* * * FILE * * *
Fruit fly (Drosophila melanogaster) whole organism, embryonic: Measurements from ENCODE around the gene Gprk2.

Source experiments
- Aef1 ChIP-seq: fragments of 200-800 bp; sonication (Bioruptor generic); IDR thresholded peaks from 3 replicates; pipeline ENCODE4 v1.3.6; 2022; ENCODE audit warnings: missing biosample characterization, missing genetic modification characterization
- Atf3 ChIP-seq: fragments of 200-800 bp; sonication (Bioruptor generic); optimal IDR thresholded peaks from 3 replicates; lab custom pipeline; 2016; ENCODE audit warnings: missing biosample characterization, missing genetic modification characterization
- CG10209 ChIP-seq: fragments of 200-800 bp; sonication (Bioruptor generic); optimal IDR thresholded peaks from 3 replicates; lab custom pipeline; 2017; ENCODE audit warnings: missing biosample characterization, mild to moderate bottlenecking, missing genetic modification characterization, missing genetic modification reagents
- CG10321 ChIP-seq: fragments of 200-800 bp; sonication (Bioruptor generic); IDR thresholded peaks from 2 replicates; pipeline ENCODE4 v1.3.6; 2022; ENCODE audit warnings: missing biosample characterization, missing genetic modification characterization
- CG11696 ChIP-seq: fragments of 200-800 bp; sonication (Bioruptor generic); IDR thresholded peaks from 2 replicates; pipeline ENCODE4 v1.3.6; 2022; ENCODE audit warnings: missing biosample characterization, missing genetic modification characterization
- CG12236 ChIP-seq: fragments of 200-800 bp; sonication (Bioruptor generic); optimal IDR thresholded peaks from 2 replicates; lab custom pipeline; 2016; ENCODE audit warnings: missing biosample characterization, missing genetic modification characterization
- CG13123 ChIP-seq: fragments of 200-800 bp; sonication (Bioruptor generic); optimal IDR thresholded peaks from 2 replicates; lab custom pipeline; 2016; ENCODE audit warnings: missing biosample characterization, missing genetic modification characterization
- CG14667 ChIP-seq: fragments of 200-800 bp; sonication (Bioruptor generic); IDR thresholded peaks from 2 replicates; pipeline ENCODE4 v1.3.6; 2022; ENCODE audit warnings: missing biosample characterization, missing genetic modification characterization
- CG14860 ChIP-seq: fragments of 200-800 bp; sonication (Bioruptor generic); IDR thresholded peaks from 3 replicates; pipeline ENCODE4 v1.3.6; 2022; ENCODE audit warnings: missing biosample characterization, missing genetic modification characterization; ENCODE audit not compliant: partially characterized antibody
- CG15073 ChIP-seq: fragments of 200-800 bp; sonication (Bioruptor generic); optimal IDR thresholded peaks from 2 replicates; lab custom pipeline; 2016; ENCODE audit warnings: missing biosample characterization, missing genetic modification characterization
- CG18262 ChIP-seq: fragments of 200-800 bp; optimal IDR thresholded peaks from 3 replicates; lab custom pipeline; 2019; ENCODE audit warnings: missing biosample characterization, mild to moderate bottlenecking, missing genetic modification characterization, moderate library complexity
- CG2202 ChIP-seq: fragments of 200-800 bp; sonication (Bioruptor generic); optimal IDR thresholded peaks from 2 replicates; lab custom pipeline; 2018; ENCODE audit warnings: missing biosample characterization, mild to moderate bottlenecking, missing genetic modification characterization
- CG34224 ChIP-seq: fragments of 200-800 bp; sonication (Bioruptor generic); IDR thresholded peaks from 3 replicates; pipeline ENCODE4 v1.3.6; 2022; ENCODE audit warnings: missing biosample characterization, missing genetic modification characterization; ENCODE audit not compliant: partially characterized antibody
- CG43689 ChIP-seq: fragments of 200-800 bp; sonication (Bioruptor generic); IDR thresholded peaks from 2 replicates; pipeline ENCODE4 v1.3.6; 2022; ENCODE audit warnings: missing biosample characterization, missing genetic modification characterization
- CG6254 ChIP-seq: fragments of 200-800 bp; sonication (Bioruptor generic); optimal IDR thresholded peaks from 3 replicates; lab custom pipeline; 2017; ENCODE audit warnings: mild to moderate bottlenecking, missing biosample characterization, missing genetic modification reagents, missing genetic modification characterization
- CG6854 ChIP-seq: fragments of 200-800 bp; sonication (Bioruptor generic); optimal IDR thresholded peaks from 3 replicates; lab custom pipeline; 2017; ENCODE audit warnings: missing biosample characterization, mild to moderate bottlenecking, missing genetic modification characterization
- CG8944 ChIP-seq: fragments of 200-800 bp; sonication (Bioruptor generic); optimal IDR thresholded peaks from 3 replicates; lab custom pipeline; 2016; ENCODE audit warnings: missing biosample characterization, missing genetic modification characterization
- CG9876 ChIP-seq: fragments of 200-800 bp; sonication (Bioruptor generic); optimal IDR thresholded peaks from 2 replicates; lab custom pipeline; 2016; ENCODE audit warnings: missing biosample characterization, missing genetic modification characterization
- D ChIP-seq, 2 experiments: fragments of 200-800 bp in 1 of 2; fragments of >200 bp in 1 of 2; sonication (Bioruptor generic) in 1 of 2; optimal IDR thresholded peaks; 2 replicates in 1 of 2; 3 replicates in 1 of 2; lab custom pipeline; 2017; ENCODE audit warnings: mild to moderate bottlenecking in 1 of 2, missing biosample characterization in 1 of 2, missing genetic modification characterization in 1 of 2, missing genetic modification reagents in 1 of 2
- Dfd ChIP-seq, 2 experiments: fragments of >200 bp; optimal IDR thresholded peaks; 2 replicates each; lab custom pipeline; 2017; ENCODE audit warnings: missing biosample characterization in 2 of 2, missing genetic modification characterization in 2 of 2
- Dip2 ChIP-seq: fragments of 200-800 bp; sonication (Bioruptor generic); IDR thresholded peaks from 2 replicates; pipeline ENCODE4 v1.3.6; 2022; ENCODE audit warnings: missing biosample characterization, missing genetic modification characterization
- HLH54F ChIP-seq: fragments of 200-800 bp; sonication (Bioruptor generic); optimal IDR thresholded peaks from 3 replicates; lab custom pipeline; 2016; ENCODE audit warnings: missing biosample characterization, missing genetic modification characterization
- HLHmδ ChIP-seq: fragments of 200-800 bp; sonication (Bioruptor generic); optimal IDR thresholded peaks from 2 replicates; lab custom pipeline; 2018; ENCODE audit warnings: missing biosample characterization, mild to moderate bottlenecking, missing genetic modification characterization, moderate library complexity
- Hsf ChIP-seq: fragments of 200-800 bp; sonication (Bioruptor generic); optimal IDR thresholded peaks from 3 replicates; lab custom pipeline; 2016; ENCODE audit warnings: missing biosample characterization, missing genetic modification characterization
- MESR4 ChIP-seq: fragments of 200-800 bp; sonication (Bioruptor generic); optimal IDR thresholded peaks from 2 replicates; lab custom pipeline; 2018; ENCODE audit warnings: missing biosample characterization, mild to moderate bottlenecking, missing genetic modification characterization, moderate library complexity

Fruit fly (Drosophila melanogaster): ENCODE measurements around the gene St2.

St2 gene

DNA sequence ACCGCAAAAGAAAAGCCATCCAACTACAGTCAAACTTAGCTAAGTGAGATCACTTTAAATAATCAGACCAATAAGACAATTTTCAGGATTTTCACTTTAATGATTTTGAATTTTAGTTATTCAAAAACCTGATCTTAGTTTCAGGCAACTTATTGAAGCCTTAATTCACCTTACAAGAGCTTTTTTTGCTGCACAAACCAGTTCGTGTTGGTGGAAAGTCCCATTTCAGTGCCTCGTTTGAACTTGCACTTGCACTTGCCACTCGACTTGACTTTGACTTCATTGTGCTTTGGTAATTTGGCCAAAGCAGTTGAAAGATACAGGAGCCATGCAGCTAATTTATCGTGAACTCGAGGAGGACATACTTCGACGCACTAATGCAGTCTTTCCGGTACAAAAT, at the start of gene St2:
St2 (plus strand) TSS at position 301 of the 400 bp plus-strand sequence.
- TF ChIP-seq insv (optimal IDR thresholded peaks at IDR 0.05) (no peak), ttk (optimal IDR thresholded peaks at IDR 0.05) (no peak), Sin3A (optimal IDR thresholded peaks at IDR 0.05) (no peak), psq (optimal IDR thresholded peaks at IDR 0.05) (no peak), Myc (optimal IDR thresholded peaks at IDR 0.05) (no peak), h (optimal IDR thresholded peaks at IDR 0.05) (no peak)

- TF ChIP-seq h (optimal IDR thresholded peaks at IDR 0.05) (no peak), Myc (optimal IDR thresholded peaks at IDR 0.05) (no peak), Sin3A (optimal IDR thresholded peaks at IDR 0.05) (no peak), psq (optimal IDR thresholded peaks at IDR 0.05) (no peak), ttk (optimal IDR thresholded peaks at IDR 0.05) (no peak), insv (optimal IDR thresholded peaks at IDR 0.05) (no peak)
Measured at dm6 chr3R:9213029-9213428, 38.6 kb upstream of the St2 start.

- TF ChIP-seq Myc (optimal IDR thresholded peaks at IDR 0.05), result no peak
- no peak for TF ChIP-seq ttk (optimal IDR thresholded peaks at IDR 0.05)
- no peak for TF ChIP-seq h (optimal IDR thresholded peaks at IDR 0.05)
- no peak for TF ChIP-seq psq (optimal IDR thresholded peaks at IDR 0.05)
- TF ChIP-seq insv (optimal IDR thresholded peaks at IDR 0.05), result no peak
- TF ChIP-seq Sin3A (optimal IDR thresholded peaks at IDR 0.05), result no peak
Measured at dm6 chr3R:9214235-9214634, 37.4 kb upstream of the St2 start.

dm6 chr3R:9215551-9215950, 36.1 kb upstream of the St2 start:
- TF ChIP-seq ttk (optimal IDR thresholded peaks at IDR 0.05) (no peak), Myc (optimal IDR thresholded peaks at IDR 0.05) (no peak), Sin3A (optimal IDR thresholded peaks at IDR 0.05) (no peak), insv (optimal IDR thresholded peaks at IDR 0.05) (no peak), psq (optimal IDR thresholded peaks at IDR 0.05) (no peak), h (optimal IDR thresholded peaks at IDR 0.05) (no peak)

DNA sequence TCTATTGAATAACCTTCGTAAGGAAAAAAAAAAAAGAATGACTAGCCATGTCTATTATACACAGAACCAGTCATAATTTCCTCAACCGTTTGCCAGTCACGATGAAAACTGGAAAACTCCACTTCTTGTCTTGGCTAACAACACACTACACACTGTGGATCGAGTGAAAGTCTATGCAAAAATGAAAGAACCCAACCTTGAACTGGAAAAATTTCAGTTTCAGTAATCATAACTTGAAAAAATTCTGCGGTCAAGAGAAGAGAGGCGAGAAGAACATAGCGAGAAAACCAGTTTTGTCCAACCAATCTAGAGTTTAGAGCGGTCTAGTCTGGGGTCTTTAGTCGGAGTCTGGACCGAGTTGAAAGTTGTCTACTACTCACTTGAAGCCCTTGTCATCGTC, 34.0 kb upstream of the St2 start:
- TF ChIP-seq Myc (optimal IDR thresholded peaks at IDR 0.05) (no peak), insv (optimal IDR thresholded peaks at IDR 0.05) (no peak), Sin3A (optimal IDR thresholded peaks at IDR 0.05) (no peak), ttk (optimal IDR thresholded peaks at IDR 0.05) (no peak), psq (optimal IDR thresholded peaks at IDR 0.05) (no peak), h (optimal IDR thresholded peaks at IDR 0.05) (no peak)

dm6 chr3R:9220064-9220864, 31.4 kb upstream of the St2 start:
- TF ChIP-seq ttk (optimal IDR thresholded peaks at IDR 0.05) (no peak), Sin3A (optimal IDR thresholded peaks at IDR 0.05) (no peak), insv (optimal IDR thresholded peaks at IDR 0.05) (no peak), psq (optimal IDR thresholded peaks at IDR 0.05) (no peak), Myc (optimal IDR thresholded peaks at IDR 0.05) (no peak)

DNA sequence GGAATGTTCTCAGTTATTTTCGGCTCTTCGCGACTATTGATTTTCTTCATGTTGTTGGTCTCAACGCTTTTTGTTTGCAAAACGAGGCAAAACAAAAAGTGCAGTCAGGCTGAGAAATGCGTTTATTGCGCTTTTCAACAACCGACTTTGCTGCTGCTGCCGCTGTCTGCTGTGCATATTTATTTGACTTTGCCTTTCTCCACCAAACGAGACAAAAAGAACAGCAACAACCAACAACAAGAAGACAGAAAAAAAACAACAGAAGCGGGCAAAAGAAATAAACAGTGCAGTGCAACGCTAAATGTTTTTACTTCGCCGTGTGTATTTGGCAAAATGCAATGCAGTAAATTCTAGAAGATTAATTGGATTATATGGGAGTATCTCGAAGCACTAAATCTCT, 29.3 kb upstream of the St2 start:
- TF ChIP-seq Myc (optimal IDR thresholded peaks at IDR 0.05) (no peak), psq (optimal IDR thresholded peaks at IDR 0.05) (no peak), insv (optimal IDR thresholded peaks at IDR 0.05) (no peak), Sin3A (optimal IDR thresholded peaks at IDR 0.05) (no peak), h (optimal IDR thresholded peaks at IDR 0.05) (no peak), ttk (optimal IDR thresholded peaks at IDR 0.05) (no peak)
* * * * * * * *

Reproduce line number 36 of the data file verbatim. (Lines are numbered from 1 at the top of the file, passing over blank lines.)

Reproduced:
- no peak for TF ChIP-seq ttk (optimal IDR thresholded peaks at IDR 0.05)